With another season of The Walking Dead comes yet another safe haven that may or may not be exactly what it seems. The only difference is this community, born from the muck of a viral zombie apocalypse, has flourished into a medieval society with a truly bonkers leader at the helm. After the severe bloodshed of the spectacle that was the premiere episode, Carol’s response to encountering such an eccentric is the most appropriate: “You’re sh-tting me, right?”
Anyone hoping to see how Rick and the others bounce back (or don’t) from their first Negan encounter will have to wait another week, because “The Well” is all about Carol and Morgan. Those two men on horseback from last season — who we learn are named Nathaniel and Bolton — are leading them to help, with Morgan wheeling an injured Carol on the closest thing to a stretcher this world can afford.
As Carol dips in and out of consciousness, she stirs to find herself on the ground as walkers descend upon the group. She keeps hallucinating the dead as real people, struck down by Morgan’s staff and the spears of her rescuers. In a panic, she leaves the scene and stumbles over to a cracked white fence surrounding a small house. An old woman standing in the window motions for Carol to come inside, but that, too, is another hallucination masking the frenzied walker trying to break out.
More dead encircle Carol, but reinforcements arrive in the form of men and women decked out in bulletproof gear on horseback. Some have spears, some carry swords, others sport bows, and together they clear out the threats.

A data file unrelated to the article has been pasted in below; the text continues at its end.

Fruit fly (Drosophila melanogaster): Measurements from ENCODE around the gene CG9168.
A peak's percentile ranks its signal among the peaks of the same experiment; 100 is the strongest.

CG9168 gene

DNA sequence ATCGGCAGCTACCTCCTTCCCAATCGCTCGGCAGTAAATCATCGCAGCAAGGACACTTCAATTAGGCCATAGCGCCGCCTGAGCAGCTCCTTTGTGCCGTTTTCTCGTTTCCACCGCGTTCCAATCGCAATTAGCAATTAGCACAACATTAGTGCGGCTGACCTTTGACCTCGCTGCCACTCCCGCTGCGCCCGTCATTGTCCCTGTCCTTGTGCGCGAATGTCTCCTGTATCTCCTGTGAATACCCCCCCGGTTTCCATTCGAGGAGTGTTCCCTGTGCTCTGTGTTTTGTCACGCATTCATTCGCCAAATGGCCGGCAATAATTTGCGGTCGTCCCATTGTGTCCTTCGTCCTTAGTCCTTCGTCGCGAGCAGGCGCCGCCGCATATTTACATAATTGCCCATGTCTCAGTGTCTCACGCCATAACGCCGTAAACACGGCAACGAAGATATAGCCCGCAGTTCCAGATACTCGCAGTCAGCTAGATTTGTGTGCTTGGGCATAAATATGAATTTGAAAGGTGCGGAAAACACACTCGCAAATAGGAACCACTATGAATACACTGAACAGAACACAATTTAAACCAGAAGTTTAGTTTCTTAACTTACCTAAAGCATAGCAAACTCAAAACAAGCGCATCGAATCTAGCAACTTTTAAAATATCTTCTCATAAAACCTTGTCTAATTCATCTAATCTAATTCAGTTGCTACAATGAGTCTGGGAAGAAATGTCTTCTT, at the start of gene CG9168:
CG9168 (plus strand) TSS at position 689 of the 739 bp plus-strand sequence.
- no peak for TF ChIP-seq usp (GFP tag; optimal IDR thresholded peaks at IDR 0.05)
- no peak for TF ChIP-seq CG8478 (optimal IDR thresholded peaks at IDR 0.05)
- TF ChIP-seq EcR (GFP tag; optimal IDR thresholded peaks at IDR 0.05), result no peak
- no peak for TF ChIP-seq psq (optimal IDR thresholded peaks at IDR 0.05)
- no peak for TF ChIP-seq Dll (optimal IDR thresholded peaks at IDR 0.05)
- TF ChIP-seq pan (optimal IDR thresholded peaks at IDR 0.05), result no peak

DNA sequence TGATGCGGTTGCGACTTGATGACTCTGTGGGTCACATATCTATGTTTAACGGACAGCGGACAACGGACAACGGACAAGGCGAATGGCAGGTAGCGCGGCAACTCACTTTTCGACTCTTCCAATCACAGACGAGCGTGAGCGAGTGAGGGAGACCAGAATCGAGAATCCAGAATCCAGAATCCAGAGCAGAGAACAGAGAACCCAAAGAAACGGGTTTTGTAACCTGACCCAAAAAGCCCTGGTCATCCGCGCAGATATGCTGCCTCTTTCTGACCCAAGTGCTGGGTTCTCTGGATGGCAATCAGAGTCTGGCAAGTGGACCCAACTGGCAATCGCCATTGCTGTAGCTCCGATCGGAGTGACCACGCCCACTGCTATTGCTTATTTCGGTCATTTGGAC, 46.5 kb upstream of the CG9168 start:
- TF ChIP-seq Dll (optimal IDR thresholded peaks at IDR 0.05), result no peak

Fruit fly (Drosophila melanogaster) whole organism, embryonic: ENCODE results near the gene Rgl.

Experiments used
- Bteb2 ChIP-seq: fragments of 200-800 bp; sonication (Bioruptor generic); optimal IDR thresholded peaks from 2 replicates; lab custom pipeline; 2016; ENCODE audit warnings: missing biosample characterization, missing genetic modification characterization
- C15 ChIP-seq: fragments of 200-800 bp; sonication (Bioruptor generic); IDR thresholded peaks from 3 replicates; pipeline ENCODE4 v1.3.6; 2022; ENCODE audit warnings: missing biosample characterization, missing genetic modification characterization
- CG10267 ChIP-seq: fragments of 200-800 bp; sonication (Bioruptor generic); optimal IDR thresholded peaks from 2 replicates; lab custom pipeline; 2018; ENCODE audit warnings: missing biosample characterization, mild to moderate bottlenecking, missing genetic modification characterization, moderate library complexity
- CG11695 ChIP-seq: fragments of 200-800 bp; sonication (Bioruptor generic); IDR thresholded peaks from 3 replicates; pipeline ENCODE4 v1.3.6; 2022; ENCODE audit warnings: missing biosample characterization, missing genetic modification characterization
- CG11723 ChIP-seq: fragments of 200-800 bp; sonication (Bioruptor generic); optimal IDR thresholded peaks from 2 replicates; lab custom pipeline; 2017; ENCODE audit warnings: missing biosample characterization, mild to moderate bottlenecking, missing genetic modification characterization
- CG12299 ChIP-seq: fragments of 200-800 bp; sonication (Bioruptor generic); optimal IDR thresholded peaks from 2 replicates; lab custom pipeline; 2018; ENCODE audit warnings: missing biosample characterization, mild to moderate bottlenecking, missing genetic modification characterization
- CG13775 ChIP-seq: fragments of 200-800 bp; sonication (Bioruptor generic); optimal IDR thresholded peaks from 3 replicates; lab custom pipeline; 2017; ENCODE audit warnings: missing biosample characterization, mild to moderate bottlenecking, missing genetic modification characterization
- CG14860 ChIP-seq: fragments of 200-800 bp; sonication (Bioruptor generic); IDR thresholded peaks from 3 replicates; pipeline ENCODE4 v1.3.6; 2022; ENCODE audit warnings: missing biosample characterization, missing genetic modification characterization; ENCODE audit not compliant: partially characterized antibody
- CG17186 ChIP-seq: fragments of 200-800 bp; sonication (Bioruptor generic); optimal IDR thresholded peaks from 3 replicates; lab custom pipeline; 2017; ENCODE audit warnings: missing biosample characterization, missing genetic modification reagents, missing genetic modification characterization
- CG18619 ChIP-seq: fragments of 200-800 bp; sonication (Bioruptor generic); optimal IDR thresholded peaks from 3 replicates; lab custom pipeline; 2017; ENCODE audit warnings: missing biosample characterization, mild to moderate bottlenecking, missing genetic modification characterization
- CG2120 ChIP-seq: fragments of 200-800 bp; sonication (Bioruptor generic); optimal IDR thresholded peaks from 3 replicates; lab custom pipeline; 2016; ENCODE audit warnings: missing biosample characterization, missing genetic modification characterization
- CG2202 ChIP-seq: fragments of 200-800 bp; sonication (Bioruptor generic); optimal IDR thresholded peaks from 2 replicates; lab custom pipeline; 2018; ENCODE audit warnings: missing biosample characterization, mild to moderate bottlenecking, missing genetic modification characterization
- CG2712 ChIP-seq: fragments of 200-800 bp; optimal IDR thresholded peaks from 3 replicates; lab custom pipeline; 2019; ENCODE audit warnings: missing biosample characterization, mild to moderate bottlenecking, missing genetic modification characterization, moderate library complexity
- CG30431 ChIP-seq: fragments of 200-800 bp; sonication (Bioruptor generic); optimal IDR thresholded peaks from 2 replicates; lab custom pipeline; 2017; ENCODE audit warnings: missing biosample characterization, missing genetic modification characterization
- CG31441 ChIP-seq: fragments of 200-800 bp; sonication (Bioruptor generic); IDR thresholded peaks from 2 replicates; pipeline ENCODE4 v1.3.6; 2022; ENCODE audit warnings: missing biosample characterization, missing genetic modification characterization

Morgan, who’s been carving arrows into trees in case they need to find their way back to Alexandria, makes another mark on the house’s mailbox and puts up a red flag before leaving with the armed detail.
When Carol wakes up, she’s lying in a hospital bed with a lucky rabbit’s tail hanging on the bedside lamp, a DIY wind chime dangling outside the window, and Morgan sitting in a chair. Now that she’s up, it’s time to meet their host.
As he pushes her in a wheelchair through their newfound haven, Morgan explains it’s called The Kingdom, led by a man who calls himself King Ezekiel. Oh, and he has a tiger. Carol has been out for a couple days, but she sees gardens, young kids sitting in a classroom-type setting on an open porch, vacant school buses parked in the background, and guards stationed with spears — there are no guns around. Morgan mentions they should probably stay for a few weeks to give Carol enough time to recuperate, but that doesn’t jive with her plan.
It’s William Shakespeare who wrote “All the world’s a stage,” and Ezekiel took those famous words to heart. Morgan presents Carol to the King, sitting on his throne in the middle of a school building’s auditorium. At his side is an enormous tiger, Shiva — who snarls at the Alexandria refugees — at his back, a bodyguard (his “steward”) named Jerry, who may be The Walking Dead’s version of Jerry/Garry Gergich from Parks and Recreation.
NEXT: Seeing is believing